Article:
In determining whether to extend credit to consumers, lenders traditionally rely on credit histories and loan records. Today, other industries, including telecommunications providers and utilities, have adopted the use of credit scores to determine whether to require a security deposit and the amount of the deposit.
Utility providers’ use of credit scores raises questions about fair practice and access to essential services, especially for consumers of low incomes. Businesses contend that credit scoring gauges the financial risk posed by customers. However, several studies show that the reports on which credit scores are based frequently contain erroneous information as a result of mistakes or identity theft. In addition, many credit-scoring models do not include utility payment history—meaning that a consumer with a perfect utility payment history could still be required to provide a deposit or pay a higher rate because of a poor credit record in other areas (see Chapter 11, Financial Services and Consumer Products—Consumer Credit Protection, for more on credit scoring).
Credit Scoring: Policy
State policymakers should prohibit providers of residential utility services from using a consumer’s credit score to determine the rate the consumer must pay for essential service.
If state policymakers permit public utilities to require an applicant for utility service to pay a security deposit because of a credit score, the following minimum consumer protections should be required:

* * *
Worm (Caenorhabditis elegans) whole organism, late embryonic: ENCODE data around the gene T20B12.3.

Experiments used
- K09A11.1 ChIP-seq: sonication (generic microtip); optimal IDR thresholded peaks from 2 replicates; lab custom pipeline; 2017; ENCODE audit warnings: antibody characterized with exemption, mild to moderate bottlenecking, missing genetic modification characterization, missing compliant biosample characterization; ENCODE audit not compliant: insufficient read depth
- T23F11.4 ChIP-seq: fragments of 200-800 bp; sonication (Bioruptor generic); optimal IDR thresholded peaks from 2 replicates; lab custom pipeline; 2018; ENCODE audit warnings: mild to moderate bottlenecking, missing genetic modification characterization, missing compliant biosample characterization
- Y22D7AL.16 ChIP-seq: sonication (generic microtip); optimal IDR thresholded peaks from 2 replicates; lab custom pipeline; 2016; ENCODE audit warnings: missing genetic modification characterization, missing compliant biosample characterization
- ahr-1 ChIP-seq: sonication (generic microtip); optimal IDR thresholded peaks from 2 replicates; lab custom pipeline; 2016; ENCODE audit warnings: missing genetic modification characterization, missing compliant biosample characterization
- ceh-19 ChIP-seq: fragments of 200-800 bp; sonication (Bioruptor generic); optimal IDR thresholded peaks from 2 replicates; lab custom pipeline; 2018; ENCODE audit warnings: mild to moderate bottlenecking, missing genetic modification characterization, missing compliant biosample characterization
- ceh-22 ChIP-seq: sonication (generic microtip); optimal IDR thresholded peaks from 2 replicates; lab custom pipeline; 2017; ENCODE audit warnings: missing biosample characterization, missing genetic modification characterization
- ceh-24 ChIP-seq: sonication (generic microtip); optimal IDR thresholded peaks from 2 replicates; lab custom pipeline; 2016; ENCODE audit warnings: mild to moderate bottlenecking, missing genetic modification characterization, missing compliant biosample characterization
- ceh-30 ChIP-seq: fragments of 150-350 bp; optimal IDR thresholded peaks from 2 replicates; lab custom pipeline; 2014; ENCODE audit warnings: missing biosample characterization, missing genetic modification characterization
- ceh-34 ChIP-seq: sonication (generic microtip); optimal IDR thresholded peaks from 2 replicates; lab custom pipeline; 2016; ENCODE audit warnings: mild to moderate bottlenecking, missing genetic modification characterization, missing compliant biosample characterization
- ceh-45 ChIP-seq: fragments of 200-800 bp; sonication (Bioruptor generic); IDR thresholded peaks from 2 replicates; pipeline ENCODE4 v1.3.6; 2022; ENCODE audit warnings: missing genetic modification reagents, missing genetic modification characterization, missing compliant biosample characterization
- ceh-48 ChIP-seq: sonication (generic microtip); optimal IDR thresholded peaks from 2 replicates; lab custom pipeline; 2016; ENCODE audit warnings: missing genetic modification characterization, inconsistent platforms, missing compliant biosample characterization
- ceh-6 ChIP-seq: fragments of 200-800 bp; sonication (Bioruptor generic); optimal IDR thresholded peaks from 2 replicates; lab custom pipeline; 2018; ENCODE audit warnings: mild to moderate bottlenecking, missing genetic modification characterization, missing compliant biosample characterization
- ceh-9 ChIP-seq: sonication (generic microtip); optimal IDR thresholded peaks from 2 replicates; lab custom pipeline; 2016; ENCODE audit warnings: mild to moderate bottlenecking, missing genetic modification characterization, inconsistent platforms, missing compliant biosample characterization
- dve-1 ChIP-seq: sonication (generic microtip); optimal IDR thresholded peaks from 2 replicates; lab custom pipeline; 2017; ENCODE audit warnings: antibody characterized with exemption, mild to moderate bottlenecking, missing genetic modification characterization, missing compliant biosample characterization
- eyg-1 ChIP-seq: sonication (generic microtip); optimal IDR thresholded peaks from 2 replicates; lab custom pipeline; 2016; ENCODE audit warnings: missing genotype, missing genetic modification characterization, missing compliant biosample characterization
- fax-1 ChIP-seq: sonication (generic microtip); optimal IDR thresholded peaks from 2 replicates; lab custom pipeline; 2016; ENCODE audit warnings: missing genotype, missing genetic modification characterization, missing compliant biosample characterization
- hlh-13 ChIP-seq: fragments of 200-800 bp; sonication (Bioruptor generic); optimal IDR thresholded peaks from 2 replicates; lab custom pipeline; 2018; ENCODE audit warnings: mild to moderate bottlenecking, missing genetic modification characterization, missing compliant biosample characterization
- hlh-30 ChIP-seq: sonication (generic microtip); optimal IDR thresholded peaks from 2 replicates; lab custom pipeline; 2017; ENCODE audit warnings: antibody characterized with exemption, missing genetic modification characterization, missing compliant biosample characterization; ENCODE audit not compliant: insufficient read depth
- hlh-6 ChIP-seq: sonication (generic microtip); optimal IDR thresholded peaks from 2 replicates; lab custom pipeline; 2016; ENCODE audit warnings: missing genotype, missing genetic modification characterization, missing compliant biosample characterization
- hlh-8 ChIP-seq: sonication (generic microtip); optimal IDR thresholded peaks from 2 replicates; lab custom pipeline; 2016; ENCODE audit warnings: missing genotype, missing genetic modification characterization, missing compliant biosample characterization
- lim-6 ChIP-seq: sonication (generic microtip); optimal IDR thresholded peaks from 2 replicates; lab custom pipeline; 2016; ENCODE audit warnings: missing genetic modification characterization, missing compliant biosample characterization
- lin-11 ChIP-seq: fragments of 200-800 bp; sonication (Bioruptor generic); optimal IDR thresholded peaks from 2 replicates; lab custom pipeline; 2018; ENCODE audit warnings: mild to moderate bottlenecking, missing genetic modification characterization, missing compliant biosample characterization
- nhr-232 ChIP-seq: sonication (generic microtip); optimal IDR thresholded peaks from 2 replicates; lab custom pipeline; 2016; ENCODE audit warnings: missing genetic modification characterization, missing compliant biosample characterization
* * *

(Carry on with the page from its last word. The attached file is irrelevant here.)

- Credit scores should not be the only method of determining whether to require a security deposit.
- Before having to pay a security deposit as a result of a credit score, applicants should have an opportunity to demonstrate creditworthiness through other means.
- Utilities must disclose credit scores to all applicants required to pay a security deposit based on their score. The utility must also provide such applicants with the name and contact information of the entity providing the score and the rights and disclosures required by the Fair Credit Reporting Act, the Equal Credit Opportunity Act, and any state utility, credit, and collection regulations.
- Utilities should disclose their use of credit scoring to all consumers.
- Credit-scoring procedures should be applied uniformly to all customers and service areas.
- Customers who pay a security deposit should have the right to receive a full refund of their deposit plus interest if they fulfill their payment obligations to the utility over a reasonable amount of time.
- State regulators should review and approve the development and use of credit scores and the specific score below which a security deposit will be required.
- Utilities should submit all relevant data to state regulators on an annual basis to help determine the impact of credit scoring on consumer access to essential services.